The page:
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Car Key Device Blocks Cell Phone Use While Driving

A new automobile ignition key can prevent teenagers from talking on cell phones or sending text messages while driving.

The invention, by researchers at the University of Utah, is called Key2SafeDriving and is aimed at cutting down on road deaths. It relies on Bluetooth technology to wirelessly connect keys to phones.

"The key to safe driving is to avoid distraction," says Xuesong Zhou, an assistant professor of civil and environmental engineering who co-invented the system with Wally Curry, a University of Utah graduate now practicing medicine in Hays, Kan. "We want to provide a simple, cost-effective solution to improve driving safety."

Motor vehicle accidents are the fifth leading cause of all deaths in the country. Among teens, however, motor vehicle accidents are the leading cause of death.

The university has obtained provisional patents and licensed the invention to a private company that hopes to see it on the market within six months at a cost of less than $50 per key plus a yet-undetermined monthly service fee, according to a statement released today.

Zhou says that "at any given time, about 6 percent of travelers on the road are talking on a cell phone while driving. Also at any given time, 10 percent of teenagers who are driving are talking or texting."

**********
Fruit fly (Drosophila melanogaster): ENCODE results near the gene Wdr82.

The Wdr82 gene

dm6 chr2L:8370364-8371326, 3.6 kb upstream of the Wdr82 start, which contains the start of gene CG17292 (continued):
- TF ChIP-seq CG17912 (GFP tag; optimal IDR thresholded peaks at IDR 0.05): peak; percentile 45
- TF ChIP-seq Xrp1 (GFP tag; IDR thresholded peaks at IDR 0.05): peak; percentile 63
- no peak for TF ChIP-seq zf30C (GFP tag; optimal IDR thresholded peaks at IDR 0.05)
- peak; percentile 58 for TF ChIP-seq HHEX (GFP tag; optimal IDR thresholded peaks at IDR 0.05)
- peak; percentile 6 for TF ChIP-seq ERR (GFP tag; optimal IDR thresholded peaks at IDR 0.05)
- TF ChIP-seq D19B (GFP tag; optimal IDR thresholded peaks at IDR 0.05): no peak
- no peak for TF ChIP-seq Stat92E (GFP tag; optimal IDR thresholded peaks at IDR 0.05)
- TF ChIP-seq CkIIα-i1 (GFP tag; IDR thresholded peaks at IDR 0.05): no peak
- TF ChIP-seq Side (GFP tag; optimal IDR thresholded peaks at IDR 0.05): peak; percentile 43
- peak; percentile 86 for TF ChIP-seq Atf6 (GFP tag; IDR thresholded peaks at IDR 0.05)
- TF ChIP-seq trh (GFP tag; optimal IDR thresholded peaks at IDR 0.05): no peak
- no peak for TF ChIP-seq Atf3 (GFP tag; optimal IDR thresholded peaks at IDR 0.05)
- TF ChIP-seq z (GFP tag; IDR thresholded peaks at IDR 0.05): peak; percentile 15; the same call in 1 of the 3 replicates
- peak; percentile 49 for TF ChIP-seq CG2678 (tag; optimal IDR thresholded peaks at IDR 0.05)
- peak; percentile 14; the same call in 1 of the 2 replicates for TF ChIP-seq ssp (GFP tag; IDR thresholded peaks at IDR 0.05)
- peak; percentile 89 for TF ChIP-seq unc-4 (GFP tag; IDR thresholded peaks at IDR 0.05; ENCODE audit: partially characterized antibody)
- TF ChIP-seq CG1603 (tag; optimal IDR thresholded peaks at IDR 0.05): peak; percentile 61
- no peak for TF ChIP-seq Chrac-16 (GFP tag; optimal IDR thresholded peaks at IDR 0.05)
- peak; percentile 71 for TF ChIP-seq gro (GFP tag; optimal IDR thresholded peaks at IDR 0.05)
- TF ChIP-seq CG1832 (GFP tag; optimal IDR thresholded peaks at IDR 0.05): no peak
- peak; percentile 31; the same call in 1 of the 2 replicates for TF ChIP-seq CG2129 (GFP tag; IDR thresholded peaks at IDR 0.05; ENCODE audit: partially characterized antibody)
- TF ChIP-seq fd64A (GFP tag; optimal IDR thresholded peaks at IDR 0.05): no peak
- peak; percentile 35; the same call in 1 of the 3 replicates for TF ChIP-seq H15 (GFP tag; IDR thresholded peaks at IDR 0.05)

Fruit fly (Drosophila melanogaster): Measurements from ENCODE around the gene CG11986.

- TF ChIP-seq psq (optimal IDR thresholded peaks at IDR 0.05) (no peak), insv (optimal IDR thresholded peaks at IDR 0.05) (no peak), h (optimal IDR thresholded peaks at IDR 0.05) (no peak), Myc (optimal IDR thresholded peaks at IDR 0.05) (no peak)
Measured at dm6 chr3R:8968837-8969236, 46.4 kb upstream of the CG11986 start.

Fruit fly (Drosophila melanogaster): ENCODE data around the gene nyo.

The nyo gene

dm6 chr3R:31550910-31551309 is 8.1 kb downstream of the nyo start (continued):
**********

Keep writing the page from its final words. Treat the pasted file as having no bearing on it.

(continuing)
The setup could help parents secure lower insurance rates.

"Using our system you can prove that teen drivers are not talking while driving, which can significantly reduce the risk of getting into a car accident," Zhou said.

The system includes a device that encloses a car key — one for each teen driver or family member. The device connects wirelessly with each key user's cell phone via either Bluetooth or RFID (radio-frequency identification) technologies.

To turn on the engine, the driver must either slide the key out or push a button to release it. Then the device sends a signal to the driver's cell phone, placing it in "driving mode" and displaying a "stop" sign on the phone's display screen.

Incoming calls and texts are automatically answered with a message saying, "I am driving now. I will call you later when I arrive at the destination safely."

Click here to read the full Live Science Report.

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